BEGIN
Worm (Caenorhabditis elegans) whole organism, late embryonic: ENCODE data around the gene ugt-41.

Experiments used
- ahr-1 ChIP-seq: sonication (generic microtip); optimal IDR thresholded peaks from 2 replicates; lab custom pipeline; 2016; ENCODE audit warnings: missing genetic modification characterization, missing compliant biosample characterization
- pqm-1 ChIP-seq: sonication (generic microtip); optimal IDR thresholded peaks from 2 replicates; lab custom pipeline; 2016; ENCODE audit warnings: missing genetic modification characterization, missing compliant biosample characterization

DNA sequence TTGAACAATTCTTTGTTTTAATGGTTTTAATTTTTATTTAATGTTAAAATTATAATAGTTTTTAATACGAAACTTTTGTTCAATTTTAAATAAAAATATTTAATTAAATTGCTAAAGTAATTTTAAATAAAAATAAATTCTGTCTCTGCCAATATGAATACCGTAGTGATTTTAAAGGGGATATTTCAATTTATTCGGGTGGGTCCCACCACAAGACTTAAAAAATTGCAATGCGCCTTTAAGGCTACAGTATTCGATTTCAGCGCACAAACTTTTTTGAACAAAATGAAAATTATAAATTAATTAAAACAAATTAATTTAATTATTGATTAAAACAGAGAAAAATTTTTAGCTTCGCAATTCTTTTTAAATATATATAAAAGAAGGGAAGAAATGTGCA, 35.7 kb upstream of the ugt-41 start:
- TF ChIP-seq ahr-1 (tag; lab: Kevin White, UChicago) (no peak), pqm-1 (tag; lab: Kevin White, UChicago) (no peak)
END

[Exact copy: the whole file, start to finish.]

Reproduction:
Worm (Caenorhabditis elegans) whole organism, late embryonic: ENCODE data around the gene ugt-41.

Experiments used
- ahr-1 ChIP-seq: sonication (generic microtip); optimal IDR thresholded peaks from 2 replicates; lab custom pipeline; 2016; ENCODE audit warnings: missing genetic modification characterization, missing compliant biosample characterization
- pqm-1 ChIP-seq: sonication (generic microtip); optimal IDR thresholded peaks from 2 replicates; lab custom pipeline; 2016; ENCODE audit warnings: missing genetic modification characterization, missing compliant biosample characterization

DNA sequence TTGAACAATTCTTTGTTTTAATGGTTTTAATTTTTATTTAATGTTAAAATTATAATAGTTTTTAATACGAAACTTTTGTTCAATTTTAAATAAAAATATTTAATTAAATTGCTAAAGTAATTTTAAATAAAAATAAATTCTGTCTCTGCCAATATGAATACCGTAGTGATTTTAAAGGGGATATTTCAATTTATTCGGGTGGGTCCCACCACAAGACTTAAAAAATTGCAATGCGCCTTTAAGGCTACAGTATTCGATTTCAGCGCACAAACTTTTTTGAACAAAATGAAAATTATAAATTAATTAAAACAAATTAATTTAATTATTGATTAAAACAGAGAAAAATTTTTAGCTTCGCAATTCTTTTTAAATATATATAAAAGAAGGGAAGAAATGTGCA, 35.7 kb upstream of the ugt-41 start:
- TF ChIP-seq ahr-1 (tag; lab: Kevin White, UChicago) (no peak), pqm-1 (tag; lab: Kevin White, UChicago) (no peak)